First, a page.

In Life of Pi, how is Richard Parker a factor in Pi's survival at sea?
Richard Parker as a tiger gives Pi the motivation to continue living and becomes his companion on the small lifeboat. Stranded in the middle of the ocean, both Richard Parker the tiger and Pi are forced to rely on one another for survival. Pi discovers a sense of duty to Richard Parker, which forces him to get up each morning and attempt to feed the famished tiger. Despite the obvious dangers of being trapped on a small boat with a tiger, Pi develops a mutual respect and close relationship with Richard Parker. Pi describes how Richard Parker motivates him to survive by saying,
If I still had the will to live, it was thanks to Richard Parker. He kept me from thinking too much about my family and my tragic circumstances. He pushed me to go on living. I hated him for it, yet at the same time I was grateful. I am grateful. It's the plain truth: without Richard Parker, I wouldn't be alive today to tell you my story (Martel, 81).
Pi fears being on the lifeboat by himself, which makes Richard Parker's presence invaluable.
There are also various interpretations of what Richard Parker allegorically represents throughout the novel, and each representation influences Pi's survival differently. Richard Parker as an allegorical representation of God offers Pi motivation to survive through the fear of dying and hope of discovering the truth through religion. Pi wrestles with spiritual matters, which symbolically represents his complex relationship with Richard Parker. Richard Parker as an allegorical extension of Pi represents his primal instincts to survive despite the dire situation. As a human, Pi's inherent impulses drive him to survive.
In part the answer to this question depends on whether you see Richard Parker as a real tiger or as a figment of Pi's imagination, but let's start with Richard Parker the tiger. Richard Parker helped Pi to survive by, essentially, giving him both a reason to and the will to live. Neither one of them could survive at sea without the other. Not only did Richard Parker help Pi stay alive (for example, by killing the Frenchman), but taking care of Richard Parker (by helping him eat) meant that Pi had a reason to wake up in the morning that meant more than going through the motions of surviving by himself.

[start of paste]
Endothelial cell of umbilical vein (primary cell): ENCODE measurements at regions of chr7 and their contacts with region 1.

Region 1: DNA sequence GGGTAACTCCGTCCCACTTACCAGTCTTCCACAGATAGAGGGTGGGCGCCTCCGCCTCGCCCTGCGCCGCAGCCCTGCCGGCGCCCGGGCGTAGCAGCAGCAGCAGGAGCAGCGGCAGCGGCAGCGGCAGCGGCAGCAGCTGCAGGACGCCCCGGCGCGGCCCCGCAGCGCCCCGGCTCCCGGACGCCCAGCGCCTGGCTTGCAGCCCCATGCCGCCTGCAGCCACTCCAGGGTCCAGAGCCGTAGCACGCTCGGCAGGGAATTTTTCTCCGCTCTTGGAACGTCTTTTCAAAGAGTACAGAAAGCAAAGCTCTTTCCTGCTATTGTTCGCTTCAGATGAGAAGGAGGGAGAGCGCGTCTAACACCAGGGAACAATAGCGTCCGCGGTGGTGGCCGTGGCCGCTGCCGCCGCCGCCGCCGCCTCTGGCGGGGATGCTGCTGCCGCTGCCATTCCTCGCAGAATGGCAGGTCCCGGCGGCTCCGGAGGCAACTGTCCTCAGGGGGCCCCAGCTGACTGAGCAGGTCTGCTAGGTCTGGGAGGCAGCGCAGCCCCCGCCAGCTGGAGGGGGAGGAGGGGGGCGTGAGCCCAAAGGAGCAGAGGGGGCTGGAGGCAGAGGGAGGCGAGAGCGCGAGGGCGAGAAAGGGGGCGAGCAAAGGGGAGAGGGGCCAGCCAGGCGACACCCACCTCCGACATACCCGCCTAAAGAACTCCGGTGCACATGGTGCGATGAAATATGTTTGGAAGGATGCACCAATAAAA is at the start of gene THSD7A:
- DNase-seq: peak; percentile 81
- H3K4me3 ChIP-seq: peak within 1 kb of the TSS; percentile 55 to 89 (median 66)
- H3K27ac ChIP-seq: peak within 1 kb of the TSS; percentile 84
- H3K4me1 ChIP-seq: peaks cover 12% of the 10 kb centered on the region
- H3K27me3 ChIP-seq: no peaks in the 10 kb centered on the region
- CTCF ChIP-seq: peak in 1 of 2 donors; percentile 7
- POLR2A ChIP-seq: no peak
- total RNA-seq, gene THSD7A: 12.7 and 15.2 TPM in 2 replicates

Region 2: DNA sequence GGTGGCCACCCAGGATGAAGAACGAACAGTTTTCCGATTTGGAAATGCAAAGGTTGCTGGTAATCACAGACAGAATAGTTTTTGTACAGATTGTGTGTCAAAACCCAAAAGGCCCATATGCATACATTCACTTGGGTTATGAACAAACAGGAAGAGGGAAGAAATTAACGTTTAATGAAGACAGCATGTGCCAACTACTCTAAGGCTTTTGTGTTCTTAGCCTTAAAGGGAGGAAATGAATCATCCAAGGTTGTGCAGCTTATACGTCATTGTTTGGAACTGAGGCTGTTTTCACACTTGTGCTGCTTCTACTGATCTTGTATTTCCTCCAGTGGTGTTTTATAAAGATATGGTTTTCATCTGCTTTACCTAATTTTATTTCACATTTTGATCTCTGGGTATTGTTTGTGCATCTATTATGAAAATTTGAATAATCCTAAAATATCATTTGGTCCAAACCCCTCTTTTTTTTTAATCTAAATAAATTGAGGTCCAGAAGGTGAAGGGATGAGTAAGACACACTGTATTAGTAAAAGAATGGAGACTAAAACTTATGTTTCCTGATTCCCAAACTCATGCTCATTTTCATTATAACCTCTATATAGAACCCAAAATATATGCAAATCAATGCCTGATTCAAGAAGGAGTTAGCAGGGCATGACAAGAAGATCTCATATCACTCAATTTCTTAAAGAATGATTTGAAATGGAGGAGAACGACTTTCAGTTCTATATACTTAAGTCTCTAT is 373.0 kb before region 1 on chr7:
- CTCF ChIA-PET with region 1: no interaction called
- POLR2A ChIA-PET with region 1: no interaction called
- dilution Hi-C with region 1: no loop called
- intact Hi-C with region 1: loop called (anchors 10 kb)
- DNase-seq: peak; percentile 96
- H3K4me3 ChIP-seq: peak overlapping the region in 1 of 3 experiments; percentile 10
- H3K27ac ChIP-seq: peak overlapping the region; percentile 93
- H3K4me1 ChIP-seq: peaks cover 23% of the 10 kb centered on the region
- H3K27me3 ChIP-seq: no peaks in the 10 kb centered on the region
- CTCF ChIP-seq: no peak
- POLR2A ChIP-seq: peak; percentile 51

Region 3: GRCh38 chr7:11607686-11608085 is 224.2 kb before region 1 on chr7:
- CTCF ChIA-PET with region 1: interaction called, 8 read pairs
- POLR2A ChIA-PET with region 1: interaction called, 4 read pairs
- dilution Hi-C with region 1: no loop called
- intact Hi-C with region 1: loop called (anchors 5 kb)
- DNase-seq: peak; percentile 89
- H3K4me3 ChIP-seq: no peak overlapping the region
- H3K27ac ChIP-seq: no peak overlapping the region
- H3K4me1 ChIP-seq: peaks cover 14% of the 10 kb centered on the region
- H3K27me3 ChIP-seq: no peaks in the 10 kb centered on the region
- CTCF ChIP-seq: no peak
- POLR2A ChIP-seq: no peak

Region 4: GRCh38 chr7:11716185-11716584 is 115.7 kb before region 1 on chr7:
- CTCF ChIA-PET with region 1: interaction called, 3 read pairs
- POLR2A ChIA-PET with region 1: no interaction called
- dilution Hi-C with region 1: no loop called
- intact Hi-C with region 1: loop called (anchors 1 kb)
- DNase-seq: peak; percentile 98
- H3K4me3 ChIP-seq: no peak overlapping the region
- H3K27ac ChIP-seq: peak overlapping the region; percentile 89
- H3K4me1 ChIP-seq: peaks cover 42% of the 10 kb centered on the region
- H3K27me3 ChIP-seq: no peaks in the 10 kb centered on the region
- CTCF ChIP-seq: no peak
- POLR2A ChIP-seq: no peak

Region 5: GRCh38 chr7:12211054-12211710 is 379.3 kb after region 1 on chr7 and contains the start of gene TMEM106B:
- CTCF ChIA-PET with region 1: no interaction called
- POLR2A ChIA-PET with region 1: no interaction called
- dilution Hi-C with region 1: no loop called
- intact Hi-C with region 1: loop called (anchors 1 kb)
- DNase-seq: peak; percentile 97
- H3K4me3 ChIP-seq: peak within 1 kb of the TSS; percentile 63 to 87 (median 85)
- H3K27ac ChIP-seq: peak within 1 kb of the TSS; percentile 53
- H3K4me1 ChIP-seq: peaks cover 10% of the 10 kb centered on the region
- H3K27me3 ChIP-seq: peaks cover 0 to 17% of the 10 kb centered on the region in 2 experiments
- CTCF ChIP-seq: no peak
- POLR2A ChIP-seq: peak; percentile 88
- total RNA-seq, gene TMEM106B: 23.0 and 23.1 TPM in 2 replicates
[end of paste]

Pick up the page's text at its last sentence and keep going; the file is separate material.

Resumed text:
On the other hand, Richard Parker remained a carnivorous animal through and through. In other words, Pi was always in danger from him. Every time he had to fight off Richard Parker or escape to avoid being eaten, it reminded him that he wanted to live. That gave him the strength and willpower to live through his ordeal.
Taking Richard Parker as an allegory (in Pi's "real story," where Richard Parker is a metaphor for himself and the other animals are the other passengers on the raft), he can be seen to represent the war of faith that Pi goes through. He prays to the Christian, Islamic, and Hindu gods to help keep him alive, relying on them for support, but he also has serious doubts about religion and sometimes clashes against it like he's fighting the tiger. In this version of the narrative, Richard Parker also becomes an allegory for the power of story itself; by making up a companion, even an adverserial one, Pi keeps himself going. Either way, Richard Parker becomes the main thing that keeps his heart and mind going.
As a figment of his imagination, Richard Parker represents Pi. At the beginning of the story, we learn of Pi’s unorthodox religious beliefs. Pi subscribes to Hindu, Christian, and Islamic teachings, to the chagrin of the local religious leaders. According to Pi, each of the three religions answered some of his questions, and he could not denounce any of them.
When he was stranded at sea, Pi prayed and hoped for a miraculous intervention to deliver him from the calamity. However, he questions God’s role in his predicament. Richard Parker/Pi questions God and his own beliefs, and his resolve to know the truth forces him to fight for survival.
As a real tiger, Richard Parker helps Pi stay alive by forcing him to rise about the situation and apply the lessons he learned from his father. Pi is forced to feed Richard Parker, and the ensuing bond grows into a sense of responsibility for the tiger. Thus, in fending off the tiger, Pi lives for himself.